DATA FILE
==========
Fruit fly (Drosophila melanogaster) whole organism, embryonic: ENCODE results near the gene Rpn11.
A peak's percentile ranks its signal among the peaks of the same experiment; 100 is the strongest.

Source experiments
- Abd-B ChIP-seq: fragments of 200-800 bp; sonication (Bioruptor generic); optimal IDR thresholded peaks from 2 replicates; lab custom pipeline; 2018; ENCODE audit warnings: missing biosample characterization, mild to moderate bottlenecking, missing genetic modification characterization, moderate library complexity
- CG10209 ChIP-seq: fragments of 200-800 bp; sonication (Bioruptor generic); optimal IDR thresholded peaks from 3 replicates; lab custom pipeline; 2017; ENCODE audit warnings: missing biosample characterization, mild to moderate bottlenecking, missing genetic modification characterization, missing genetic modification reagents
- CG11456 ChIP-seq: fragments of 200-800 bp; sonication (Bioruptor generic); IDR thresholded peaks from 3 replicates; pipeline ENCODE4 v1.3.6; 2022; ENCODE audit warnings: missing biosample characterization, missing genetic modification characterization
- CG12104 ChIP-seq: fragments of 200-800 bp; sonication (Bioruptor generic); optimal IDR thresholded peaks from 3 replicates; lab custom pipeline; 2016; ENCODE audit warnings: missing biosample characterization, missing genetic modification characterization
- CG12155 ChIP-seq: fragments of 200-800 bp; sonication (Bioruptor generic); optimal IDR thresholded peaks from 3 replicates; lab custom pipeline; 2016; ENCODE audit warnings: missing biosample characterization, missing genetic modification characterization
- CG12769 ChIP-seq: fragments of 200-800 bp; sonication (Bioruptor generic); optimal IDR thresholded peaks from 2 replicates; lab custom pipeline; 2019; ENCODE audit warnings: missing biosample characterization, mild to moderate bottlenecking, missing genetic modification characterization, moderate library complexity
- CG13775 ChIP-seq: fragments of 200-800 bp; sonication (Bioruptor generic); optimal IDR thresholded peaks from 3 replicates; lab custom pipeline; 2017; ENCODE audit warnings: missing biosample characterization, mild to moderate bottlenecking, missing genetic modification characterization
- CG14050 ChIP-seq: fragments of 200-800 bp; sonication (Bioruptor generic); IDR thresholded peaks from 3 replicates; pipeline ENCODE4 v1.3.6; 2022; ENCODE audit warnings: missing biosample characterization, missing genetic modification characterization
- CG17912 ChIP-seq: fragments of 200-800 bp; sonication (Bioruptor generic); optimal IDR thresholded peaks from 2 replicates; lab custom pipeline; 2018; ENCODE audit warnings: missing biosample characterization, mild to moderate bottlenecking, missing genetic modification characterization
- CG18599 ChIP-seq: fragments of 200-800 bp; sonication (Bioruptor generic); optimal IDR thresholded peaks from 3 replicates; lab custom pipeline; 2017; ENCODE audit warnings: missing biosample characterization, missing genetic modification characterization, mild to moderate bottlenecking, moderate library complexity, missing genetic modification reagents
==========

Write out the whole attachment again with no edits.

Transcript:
Fruit fly (Drosophila melanogaster) whole organism, embryonic: ENCODE results near the gene Rpn11.
A peak's percentile ranks its signal among the peaks of the same experiment; 100 is the strongest.

Source experiments
- Abd-B ChIP-seq: fragments of 200-800 bp; sonication (Bioruptor generic); optimal IDR thresholded peaks from 2 replicates; lab custom pipeline; 2018; ENCODE audit warnings: missing biosample characterization, mild to moderate bottlenecking, missing genetic modification characterization, moderate library complexity
- CG10209 ChIP-seq: fragments of 200-800 bp; sonication (Bioruptor generic); optimal IDR thresholded peaks from 3 replicates; lab custom pipeline; 2017; ENCODE audit warnings: missing biosample characterization, mild to moderate bottlenecking, missing genetic modification characterization, missing genetic modification reagents
- CG11456 ChIP-seq: fragments of 200-800 bp; sonication (Bioruptor generic); IDR thresholded peaks from 3 replicates; pipeline ENCODE4 v1.3.6; 2022; ENCODE audit warnings: missing biosample characterization, missing genetic modification characterization
- CG12104 ChIP-seq: fragments of 200-800 bp; sonication (Bioruptor generic); optimal IDR thresholded peaks from 3 replicates; lab custom pipeline; 2016; ENCODE audit warnings: missing biosample characterization, missing genetic modification characterization
- CG12155 ChIP-seq: fragments of 200-800 bp; sonication (Bioruptor generic); optimal IDR thresholded peaks from 3 replicates; lab custom pipeline; 2016; ENCODE audit warnings: missing biosample characterization, missing genetic modification characterization
- CG12769 ChIP-seq: fragments of 200-800 bp; sonication (Bioruptor generic); optimal IDR thresholded peaks from 2 replicates; lab custom pipeline; 2019; ENCODE audit warnings: missing biosample characterization, mild to moderate bottlenecking, missing genetic modification characterization, moderate library complexity
- CG13775 ChIP-seq: fragments of 200-800 bp; sonication (Bioruptor generic); optimal IDR thresholded peaks from 3 replicates; lab custom pipeline; 2017; ENCODE audit warnings: missing biosample characterization, mild to moderate bottlenecking, missing genetic modification characterization
- CG14050 ChIP-seq: fragments of 200-800 bp; sonication (Bioruptor generic); IDR thresholded peaks from 3 replicates; pipeline ENCODE4 v1.3.6; 2022; ENCODE audit warnings: missing biosample characterization, missing genetic modification characterization
- CG17912 ChIP-seq: fragments of 200-800 bp; sonication (Bioruptor generic); optimal IDR thresholded peaks from 2 replicates; lab custom pipeline; 2018; ENCODE audit warnings: missing biosample characterization, mild to moderate bottlenecking, missing genetic modification characterization
- CG18599 ChIP-seq: fragments of 200-800 bp; sonication (Bioruptor generic); optimal IDR thresholded peaks from 3 replicates; lab custom pipeline; 2017; ENCODE audit warnings: missing biosample characterization, missing genetic modification characterization, mild to moderate bottlenecking, moderate library complexity, missing genetic modification reagents